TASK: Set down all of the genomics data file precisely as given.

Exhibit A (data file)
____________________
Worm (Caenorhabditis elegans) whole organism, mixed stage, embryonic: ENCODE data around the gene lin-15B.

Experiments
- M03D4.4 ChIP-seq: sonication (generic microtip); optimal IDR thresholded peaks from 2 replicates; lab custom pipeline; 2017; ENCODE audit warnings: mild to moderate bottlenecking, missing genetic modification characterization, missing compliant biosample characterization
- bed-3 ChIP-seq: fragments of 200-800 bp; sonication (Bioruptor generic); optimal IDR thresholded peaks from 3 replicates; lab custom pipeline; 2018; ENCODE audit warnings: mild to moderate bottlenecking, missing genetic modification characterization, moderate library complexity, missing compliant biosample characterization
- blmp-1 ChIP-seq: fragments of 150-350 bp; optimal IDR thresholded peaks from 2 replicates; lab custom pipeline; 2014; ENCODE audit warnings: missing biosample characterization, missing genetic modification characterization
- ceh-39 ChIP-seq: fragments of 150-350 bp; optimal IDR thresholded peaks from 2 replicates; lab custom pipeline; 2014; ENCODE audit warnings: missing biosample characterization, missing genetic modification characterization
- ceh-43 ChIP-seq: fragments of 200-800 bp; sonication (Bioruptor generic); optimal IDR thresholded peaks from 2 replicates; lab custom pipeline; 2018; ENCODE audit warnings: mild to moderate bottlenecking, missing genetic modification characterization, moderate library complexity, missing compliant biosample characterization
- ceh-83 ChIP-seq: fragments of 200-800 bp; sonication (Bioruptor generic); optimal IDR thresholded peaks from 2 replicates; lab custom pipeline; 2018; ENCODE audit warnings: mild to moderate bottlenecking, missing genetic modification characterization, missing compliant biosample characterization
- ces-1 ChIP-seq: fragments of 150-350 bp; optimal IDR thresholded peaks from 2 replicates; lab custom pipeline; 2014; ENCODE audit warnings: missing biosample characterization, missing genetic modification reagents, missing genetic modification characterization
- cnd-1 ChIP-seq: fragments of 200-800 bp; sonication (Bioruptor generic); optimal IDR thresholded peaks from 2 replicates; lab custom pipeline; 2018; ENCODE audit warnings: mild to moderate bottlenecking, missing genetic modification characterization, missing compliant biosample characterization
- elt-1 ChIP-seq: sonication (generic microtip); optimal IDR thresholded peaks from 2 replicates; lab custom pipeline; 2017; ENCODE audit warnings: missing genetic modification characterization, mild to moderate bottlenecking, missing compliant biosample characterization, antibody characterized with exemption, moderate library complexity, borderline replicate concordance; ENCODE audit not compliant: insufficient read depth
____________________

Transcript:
Worm (Caenorhabditis elegans) whole organism, mixed stage, embryonic: ENCODE data around the gene lin-15B.

Experiments
- M03D4.4 ChIP-seq: sonication (generic microtip); optimal IDR thresholded peaks from 2 replicates; lab custom pipeline; 2017; ENCODE audit warnings: mild to moderate bottlenecking, missing genetic modification characterization, missing compliant biosample characterization
- bed-3 ChIP-seq: fragments of 200-800 bp; sonication (Bioruptor generic); optimal IDR thresholded peaks from 3 replicates; lab custom pipeline; 2018; ENCODE audit warnings: mild to moderate bottlenecking, missing genetic modification characterization, moderate library complexity, missing compliant biosample characterization
- blmp-1 ChIP-seq: fragments of 150-350 bp; optimal IDR thresholded peaks from 2 replicates; lab custom pipeline; 2014; ENCODE audit warnings: missing biosample characterization, missing genetic modification characterization
- ceh-39 ChIP-seq: fragments of 150-350 bp; optimal IDR thresholded peaks from 2 replicates; lab custom pipeline; 2014; ENCODE audit warnings: missing biosample characterization, missing genetic modification characterization
- ceh-43 ChIP-seq: fragments of 200-800 bp; sonication (Bioruptor generic); optimal IDR thresholded peaks from 2 replicates; lab custom pipeline; 2018; ENCODE audit warnings: mild to moderate bottlenecking, missing genetic modification characterization, moderate library complexity, missing compliant biosample characterization
- ceh-83 ChIP-seq: fragments of 200-800 bp; sonication (Bioruptor generic); optimal IDR thresholded peaks from 2 replicates; lab custom pipeline; 2018; ENCODE audit warnings: mild to moderate bottlenecking, missing genetic modification characterization, missing compliant biosample characterization
- ces-1 ChIP-seq: fragments of 150-350 bp; optimal IDR thresholded peaks from 2 replicates; lab custom pipeline; 2014; ENCODE audit warnings: missing biosample characterization, missing genetic modification reagents, missing genetic modification characterization
- cnd-1 ChIP-seq: fragments of 200-800 bp; sonication (Bioruptor generic); optimal IDR thresholded peaks from 2 replicates; lab custom pipeline; 2018; ENCODE audit warnings: mild to moderate bottlenecking, missing genetic modification characterization, missing compliant biosample characterization
- elt-1 ChIP-seq: sonication (generic microtip); optimal IDR thresholded peaks from 2 replicates; lab custom pipeline; 2017; ENCODE audit warnings: missing genetic modification characterization, mild to moderate bottlenecking, missing compliant biosample characterization, antibody characterized with exemption, moderate library complexity, borderline replicate concordance; ENCODE audit not compliant: insufficient read depth